If you follow this site with any regularity you know I’m much more likely to encourage you to charge more for your writing than to suggest you take low paying gigs. You’ll also realize I trust you to be the expert on your own life. That includes trusting you to know which jobs you want to apply for and to ignore the rest, even when you’ve bamboozled into clicking on a link that essentially lies to you.

So, do you understand now why I post low paying writing gigs? What do you think?


Image from http://www.sxc.hu

{ 8 comments… add one }
  • I’m in the throes of becoming a freelance copywriter. I’ve landed a freelance contract that pays a very nice hourly wage. (Not what Carol Tice is getting paid, however!)

    But when other job opportunities ask my hourly wage (even though I try and encourage them to think ‘pay per project’ instead of hourly) and I quote the price I’m getting from the one job, I never get hired. Sigh.
    Nina Lewis recently posted..WelcomeMy Profile

    • Thanks Nina… great website you’ve got, btw. 😉

  • I love the low paying ones that pay weekly. I have clients where I make $100+ for a 400-500 word article but what do I do when they do have much work for me? I bite the bullet and turn out some of the lower paying ones so I can keep my steady flow of income coming in. Money is money at any amount and it does add up quite nicely when I get the articles I can turn out at a fast rate.

    • Lady, you’re a perfect example of why I continue to post low paying gigs… thanks.

  • I want to write for few bucks too. I hope someday I will be paid more.

    • Hi, impressed with the way you’ve pulled my ads and others in… can you tell me how you do that? Seems a great way to do it. I’m assuming I get a page view when someone clicks because it goes right to my page. Nifty.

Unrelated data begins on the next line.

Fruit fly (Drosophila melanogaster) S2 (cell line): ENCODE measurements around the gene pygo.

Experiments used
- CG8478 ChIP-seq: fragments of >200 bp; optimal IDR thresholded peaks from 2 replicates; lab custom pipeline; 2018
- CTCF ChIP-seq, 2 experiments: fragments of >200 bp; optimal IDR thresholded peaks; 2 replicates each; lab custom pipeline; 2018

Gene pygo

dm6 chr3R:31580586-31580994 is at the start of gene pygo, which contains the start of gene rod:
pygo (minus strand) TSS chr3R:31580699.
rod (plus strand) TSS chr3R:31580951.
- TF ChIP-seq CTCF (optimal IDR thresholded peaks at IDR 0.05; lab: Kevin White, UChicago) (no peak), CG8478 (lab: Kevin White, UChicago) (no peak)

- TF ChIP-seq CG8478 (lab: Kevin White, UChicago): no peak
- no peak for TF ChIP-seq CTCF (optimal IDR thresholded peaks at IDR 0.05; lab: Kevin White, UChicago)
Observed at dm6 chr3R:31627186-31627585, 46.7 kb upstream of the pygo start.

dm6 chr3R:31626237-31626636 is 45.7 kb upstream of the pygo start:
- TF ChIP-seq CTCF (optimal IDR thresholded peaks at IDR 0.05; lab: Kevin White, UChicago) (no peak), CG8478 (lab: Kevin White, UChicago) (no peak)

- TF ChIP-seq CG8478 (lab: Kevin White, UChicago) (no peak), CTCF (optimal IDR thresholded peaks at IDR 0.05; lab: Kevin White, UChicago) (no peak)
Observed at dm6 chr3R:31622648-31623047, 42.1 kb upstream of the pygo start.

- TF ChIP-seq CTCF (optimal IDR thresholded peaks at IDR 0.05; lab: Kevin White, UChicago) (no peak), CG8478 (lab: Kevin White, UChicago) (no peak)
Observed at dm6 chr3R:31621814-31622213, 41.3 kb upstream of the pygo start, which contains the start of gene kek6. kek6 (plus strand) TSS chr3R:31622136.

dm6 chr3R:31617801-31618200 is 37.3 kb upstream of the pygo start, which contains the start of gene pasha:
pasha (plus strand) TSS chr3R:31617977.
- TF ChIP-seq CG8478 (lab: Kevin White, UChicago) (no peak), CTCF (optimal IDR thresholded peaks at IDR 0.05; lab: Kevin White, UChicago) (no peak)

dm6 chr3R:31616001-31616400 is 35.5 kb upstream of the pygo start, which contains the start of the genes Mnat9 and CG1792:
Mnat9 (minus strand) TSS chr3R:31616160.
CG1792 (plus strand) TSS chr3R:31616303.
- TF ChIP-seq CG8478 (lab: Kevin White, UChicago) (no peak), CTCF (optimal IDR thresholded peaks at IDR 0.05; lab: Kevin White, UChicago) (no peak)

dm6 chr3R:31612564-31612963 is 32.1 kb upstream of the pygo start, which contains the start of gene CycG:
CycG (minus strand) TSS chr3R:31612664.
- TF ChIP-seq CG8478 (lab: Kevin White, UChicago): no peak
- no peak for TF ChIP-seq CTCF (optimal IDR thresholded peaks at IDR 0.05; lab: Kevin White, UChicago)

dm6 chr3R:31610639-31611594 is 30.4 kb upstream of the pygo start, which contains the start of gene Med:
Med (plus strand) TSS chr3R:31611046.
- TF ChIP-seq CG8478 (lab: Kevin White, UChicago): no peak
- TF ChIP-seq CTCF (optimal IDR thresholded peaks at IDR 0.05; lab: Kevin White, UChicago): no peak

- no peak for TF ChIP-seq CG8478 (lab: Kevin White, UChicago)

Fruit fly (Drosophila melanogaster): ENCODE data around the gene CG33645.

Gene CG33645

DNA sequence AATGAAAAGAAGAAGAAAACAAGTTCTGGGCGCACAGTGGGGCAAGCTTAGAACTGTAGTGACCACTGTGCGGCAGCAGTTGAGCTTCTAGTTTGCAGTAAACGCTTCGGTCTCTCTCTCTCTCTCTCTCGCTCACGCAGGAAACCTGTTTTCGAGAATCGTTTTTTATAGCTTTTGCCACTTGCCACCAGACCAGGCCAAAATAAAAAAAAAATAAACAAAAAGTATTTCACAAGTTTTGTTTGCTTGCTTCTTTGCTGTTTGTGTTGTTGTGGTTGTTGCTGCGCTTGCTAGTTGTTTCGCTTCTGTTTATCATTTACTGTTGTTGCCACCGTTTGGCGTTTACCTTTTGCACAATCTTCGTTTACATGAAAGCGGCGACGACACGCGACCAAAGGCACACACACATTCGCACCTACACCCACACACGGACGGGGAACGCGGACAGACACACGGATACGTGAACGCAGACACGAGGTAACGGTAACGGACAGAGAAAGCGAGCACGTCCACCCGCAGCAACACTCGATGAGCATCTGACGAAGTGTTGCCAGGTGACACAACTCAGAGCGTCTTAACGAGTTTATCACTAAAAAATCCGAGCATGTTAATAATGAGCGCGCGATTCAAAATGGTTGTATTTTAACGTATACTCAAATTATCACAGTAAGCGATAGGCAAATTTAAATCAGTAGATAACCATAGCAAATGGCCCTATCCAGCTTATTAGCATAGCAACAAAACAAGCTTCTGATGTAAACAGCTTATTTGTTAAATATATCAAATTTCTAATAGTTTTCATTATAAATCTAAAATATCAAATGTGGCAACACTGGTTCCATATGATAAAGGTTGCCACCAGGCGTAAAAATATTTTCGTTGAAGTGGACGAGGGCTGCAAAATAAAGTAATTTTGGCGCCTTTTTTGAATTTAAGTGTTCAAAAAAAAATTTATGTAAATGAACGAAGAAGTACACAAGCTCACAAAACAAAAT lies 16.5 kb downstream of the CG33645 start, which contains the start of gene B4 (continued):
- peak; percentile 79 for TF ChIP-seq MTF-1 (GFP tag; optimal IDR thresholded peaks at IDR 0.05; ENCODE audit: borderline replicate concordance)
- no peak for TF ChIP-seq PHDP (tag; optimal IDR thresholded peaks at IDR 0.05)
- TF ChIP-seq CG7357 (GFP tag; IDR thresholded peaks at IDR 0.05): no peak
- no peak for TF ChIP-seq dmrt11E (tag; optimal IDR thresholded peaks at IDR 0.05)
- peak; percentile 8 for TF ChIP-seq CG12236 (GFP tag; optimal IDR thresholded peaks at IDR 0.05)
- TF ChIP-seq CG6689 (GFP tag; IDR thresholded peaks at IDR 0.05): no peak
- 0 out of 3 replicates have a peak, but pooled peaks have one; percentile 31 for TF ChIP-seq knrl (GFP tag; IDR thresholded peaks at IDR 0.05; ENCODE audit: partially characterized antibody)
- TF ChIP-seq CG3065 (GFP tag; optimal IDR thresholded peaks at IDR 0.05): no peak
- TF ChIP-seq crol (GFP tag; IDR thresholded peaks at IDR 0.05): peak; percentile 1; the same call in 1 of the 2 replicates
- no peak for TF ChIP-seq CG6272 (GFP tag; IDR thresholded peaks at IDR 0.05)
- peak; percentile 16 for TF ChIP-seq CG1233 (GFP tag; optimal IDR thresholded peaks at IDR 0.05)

• I think everybody’s gotta start somewhere. And you’re right about talking to a global audience — I find that increasingly one of my biggest referrers on my site is Google Translate! It’s clear that writers around the globe are looking to figure out the freelance writing world and how to earn.
    I actually did a post recently on how to earn more if English isn’t your first language, after having two different people ask me about it in the same week.
    Good pay is definitely relative. I’ve seen comments from people who are appalled that anyone would ever get $500 for an article because they think it’s impossible that an article could ever be worth that much. Since I’m filing a $2,000 article this week I obviously disagree…but just another illustration of how pay is in the eye of the beholder.
    I don’t look on these low-pay job boards any more…and for anyone who’s wondering how to move up, here’s the answer: Just stop looking at them!
    Now you have some free time. You can find other ways to market your writing with that time…ways that will probably lead to better pay.
    Carol Tice recently posted..12 Steps That Make Blogging Clients Think You’re a GeniusMy Profile

    • Yes, I love seeing my site in other languages… and yes, if you don’t like low paying gigs don’t look at them… seems obvious, but…